China’s economy slows in May, which strengthens the case for more support

  • May data point to an economic slowdown
  • Industrial production, retail growth misses expectations
  • Youth unemployment is at a record high
  • The decline in real estate investment is deepening
  • PBOC cuts key interest rates to revive demand

BEIJING, June 15 (Reuters) – China’s economy stumbled in May with industrial output and retail sales growth missing forecasts, adding to expectations that Beijing will need to do more to shore up a faltering post-pandemic recovery.

The economic upswing seen earlier this year has lost momentum in the second quarter, prompting China’s central bank to cut some key interest rates this week, with expectations of more to come.

Industrial production grew 3.5% in May from a year earlier, the National Bureau of Statistics (NBS) said on Thursday, slower than the 5.6% increase in April and slightly below a 3.6% rise expected by analysts in a Reuters – survey, as manufacturers struggle. with weak demand at home and abroad.

Retail sales – a key measure of consumer confidence – rose 12.7%, missing forecasts for 13.6% growth and slowing from April’s 18.4%.

“All the data points so far sent consistent signals that economic momentum is weakening,” said Zhiwei Zhang, president of Pinpoint Asset Management.

Data ranging from factory surveys and trade to loan growth and home sales have shown signs of weakness for the world’s second largest economy. Crude steel production increased both year-on-year and fell month-on-month in May, while daily coal production fell from April as well, NBS figures showed.

The soft amount of data has defied analysts’ expectations of a sharper pick-up, given comparisons with last year’s very weak results, when many cities were under strict covid lockdowns.

The figures also reinforce the case for more stimulus as China faces deflationary risks, rising local government debt, record youth unemployment and weakened global demand.

“Insufficient domestic demand and weak external demand could interrupt momentum in the current months, leaving China with a more gradual U-shaped recovery path in its month-on-month growth path,” said Bruce Pang, chief economist at Jones Lang LaSalle.

Introducing stimulus with large-scale policy easing would be the first step, Pang said. “But it may take two to three years to shore up a slowing economic recovery.”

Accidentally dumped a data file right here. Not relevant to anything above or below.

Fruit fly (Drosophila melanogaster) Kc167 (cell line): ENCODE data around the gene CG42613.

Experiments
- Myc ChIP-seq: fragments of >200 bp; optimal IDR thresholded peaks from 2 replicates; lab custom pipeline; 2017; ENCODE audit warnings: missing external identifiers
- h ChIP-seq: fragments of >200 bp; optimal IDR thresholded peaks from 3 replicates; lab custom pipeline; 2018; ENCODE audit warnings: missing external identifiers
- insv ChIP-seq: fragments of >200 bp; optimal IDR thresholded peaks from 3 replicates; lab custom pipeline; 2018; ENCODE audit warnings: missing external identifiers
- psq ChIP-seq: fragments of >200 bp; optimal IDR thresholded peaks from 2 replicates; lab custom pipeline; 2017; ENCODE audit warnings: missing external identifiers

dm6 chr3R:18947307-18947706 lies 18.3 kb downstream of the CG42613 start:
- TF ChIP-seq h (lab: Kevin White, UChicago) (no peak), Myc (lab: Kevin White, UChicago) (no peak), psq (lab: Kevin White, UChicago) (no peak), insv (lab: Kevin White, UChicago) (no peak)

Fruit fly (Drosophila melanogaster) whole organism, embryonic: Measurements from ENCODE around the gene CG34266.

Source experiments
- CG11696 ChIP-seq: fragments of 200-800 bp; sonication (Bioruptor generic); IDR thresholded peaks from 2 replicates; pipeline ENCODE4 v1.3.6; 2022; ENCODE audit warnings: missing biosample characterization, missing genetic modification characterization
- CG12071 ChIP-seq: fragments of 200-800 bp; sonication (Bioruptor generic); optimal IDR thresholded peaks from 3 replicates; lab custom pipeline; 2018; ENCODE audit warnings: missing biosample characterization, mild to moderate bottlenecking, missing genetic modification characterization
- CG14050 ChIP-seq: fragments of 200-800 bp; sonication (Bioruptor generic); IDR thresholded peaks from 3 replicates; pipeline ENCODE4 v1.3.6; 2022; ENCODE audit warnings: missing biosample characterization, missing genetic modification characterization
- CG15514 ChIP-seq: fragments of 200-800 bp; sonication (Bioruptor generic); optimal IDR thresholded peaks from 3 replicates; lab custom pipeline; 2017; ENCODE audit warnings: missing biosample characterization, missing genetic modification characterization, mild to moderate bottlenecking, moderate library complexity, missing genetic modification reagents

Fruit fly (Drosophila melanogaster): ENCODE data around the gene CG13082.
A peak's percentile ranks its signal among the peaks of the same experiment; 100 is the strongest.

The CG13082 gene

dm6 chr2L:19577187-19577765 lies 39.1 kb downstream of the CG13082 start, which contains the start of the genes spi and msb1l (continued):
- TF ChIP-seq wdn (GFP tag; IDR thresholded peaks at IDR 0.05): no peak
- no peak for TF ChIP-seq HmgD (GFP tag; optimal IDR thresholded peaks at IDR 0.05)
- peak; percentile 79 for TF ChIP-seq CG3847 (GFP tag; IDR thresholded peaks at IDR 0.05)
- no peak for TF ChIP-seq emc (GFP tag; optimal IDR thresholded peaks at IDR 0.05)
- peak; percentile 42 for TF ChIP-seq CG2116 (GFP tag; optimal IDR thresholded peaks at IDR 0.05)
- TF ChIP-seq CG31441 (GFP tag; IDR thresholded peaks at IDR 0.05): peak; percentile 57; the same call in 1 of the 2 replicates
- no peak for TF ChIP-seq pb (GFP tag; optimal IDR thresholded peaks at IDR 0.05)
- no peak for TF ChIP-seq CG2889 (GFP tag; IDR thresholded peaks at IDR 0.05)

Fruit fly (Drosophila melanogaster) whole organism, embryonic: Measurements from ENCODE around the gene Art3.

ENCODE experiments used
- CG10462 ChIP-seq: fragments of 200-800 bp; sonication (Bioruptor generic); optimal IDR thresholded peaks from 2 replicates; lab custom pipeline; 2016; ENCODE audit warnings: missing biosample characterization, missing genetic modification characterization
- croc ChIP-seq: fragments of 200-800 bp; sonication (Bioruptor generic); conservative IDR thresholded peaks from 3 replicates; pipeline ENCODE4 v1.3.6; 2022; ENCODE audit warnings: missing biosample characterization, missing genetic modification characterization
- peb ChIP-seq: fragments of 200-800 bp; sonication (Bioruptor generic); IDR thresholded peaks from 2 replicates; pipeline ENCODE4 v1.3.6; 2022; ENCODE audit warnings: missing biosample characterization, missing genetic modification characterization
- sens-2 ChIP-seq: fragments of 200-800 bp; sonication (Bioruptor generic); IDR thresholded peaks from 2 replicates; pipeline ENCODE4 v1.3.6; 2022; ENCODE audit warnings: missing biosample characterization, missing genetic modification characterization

Reuters graphics


China’s central bank on Thursday cut the interest rate on its one-year medium-term lending facility, the first such easing in 10 months, paving the way for a cut in benchmark prime rate (LPR) rates next week.

The yuan hit a new six-month low after the rate cut and China’s stock markets rallied, with the benchmark CSI 300 rising 0.6% and Hong Kong’s Hang Seng index rising 1.2%.

Markets are also betting on more stimulus, including measures aimed at the noisy property sector, once a key driver of growth.

While policymakers in Beijing have been cautious about deploying aggressive stimulus that could increase the risk of capital flight, analysts say more easing will be needed.

The country’s biggest banks recently cut deposit rates to ease pressure on profit margins and encourage savers to spend more.

Julian Evans-Pritchard, head of China at Capital Economics, said that while the central bank’s easing won’t make much of a difference on its own, it reveals “growing concerns among officials about the health of China’s recovery.”

He added that the second quarter looks set to be weaker than he had expected, and further policy support is likely needed to prevent the economy from entering a renewed downturn.

NBS spokesperson Fu Linghui said at a press conference that growth in the second quarter is expected to pick up due to last year’s low base effect.

However, he warned that the recovery faces challenges, including “a complicated and gloomy international environment, slow global economic recovery” and “insufficient domestic demand”.

Yi Gang, the PBOC governor, promised last week that China will make counter-cyclical policy adjustments to support the economy.

Property investment in May fell at the fastest pace since at least 2001, down 21.5% year-on-year, while growth in new home prices slowed.

The real estate sector, historically a key driver of China’s economic growth, is expected to struggle with “persistent weakness” for years, Goldman Sachs analysts said this week.

Private investment in fixed assets shrank 0.1% in the first five months, a sharp contrast to 8.4% growth in investment by government entities, suggesting weak business confidence.

Labor market pain continued with youth unemployment jumping to a record 20.8%. The nationwide survey-based unemployment remained at 5.2% in May.

Reuters graphics

Additional reporting by Albee Zhang; Editing by Sam Holmes

Our standards: Thomson Reuters Trust Principles.

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